Diary Of A Busker Day 321 Thursday January 31st Winchester High Street (1. opposite Bellis, Time: 12:54-2:30pm, 2. opposite Oxfam, Time: 3:32-5pm).
My polite/always complimentary, but now opera-busker Demelza Stafford groupie, Ian, turns up, standing to my left. When I finish the song I’m playing, I turn on him. ‘Ah, Ian. I saw you yesterday. You’re now a Demelza groupie.’ He defends himself, ‘Well, I was talking to her and thought – she has to stand here and look after her table with her CDs and whatever, so I offered to mind it so she could take a, you know “tea break”, because she never seems able to take one, you know.’ Oh well, fair enough. ‘Oh right – yes, very good of you. Well, I don’t mind if you’re a Demelza groupie, Ian, I mean she looks better than me.’ ‘Oh, I’m still a Marvin groupie, you know!’ Ha.
I mention to Ian that Demelza said she found it quite hard to judge how loud she was when it’s windy, so she tends to sometimes over-do it, which isn’t good for her voice. (I remember I could hear her down at Vodafone yesterday). Ian says, ‘Well, I understand they use the cavities in their head. Demelza says that’s why sopranos are so stupid, because of the spaces!’
Later on, I’ve got my head down and I hear a ‘You always play the same song’ line, and before I even look up, I’ve got my hand in my pocket to get my phone to dial 101, just like what the PCSO said. As my hand’s in there I look up and it’s a bloke with a dog but it’s not the one who was harassing me the other day. This one is like a cleaned-up version. After a second or two I realise it’s Brian the Geordie, the guy who was WITH the harasser. He speaks: ‘Sorry about that other bloke. ‘E had no right to say that to you (thanks for sticking up for me at the time, pal), it’s none of his business what you play. You’re not here playin’ for him.’ ‘Oh right, OK.’ ‘Ah just want you to know, Ah don’t want it to reflect on me – I mean we’ve always got on alreet, you and me, haven’t we? – we say hello, like.’ Hm, I suppose there’s some sort of logic there, if saying “hello” once every 6 months is ‘getting on alright’. ‘Yeah, sure (I momentarily forget his name)…Brian, isn’t it?’ ‘Yeah, anyway, like I said, there’s no reflection of me, you know. A mean, ah know yer out here playin’ – none of us have much money, like.’ ‘Yeah, and that guy – I remember he once said I was some millionaire who lived on a house on the hill. I’m scraping to make a living. I wouldn’t be out here if I wasn’t’, I say, stopping myself from going further into my ‘hard-luck story.’ ‘Yeah, reet – well, just to make it clear, I don’t want what he said the other day ta reflect badly on me, like. He’s nothin’ to do with me, OK?’ I should have asked why was he walking with him if he was nothing to do with him. I reckon he must have said something like “leave him alone” to the guy, just before they went off, which is fair enough – if he did. I suppose I’ll have to forgive him his association.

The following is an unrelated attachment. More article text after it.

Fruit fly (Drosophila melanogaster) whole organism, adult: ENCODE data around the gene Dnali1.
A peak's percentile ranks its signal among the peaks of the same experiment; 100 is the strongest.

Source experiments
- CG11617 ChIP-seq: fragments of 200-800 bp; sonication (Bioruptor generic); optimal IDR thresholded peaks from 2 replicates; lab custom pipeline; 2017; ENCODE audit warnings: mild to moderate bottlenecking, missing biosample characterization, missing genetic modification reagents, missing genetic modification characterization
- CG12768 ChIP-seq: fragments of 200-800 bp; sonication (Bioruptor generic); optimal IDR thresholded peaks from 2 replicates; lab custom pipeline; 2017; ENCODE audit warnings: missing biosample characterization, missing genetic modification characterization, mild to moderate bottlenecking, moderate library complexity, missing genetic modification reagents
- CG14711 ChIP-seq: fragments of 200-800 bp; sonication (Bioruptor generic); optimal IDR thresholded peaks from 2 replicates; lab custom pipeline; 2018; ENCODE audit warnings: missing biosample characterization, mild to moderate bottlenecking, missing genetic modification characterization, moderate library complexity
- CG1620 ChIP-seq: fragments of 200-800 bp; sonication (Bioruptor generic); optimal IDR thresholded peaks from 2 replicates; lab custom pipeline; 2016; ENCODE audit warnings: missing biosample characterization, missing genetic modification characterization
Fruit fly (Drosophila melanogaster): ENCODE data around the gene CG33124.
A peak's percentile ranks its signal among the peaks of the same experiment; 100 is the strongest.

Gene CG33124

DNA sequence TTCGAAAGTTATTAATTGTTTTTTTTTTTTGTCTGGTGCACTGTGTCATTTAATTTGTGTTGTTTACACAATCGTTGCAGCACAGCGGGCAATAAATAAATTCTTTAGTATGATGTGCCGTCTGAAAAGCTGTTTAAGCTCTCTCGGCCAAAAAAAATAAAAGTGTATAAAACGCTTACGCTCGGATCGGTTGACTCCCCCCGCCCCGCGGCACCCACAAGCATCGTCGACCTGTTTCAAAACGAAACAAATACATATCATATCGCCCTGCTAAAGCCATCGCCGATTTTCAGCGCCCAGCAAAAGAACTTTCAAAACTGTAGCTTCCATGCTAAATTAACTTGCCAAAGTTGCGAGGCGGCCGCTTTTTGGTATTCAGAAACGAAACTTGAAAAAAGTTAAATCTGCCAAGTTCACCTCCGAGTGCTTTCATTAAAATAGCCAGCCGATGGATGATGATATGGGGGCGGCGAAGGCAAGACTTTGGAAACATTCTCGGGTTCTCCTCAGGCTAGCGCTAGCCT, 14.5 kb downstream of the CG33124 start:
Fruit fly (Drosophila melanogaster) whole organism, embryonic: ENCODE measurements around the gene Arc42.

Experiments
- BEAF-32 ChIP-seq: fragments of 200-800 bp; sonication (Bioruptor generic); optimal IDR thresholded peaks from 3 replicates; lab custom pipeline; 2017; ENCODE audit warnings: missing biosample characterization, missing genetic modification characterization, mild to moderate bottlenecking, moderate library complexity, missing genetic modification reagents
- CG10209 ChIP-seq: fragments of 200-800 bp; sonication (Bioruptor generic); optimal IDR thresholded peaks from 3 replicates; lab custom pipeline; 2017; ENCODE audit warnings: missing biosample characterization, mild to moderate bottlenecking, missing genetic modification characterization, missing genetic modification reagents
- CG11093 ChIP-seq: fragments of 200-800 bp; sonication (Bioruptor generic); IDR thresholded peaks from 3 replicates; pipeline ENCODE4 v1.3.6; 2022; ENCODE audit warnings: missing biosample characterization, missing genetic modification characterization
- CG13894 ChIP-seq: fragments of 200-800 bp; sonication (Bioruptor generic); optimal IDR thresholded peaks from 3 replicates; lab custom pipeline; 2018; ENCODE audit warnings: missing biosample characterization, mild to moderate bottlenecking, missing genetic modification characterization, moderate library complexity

During the last half hour my left hand thumb joint starts to ache – I’ve probably played too long (I hour and 35 minutes). Unfortunately, it’s almost a waste of time – there’s barely £9, terrible.
Down the road at Oxfam, ex-cruise guitarist, Mick, sits at one of the outside tables and makes arm movements, acknowledging/indicating my vibrato-bar usage. He really thinks it’s funny when I use the vibrato, especially in Apache. After he finishes his drink (always coffee – I even know some of my regular’s diet) he comes over to engage me in his usual topics: the current state of the bargain food shelf at Sainsbury’s and complicated guitar music. But firstly I ask if he can guess what I was just playing, in fact, what I’m actually still playing (The Rain Song). ‘Hmm, sounds like something from the seventies.’ I tell him he’s right, but he can’t guess it so in the end I tell him, ‘Jimmy Page, Led Zeppelin, The Rain Song.’ He rather likes it, although I completely mess up, trying to talk and play at once. I say, ‘It’s got words but it sounds OK just as a guitar piece, I think.’ Mick agrees. Anyway, when I played it earlier it made me a pound – from a man who, upon being asked, incorrectly identified it as No Quarter, so – right album, wrong song.
As far as the bargain food shelf goes: ‘I picked up a load of stuff – they’d made the pounds into PENNIES!’ says Mick, moving his face, contorted with delight, frighteningly close to mine. ‘…so if it was eight pound, ninety pence, it was EIGHTY NINE PEE!’ ‘Wow’, I say. ‘…so I bought LOADS OF STUFF! – filled the fridge!’ And, any music he thinks I should hear? Borodin’s – Steps Of Central Asia.
Earnings: £28.09p (including 2 CDs. Profit of £3.25 each)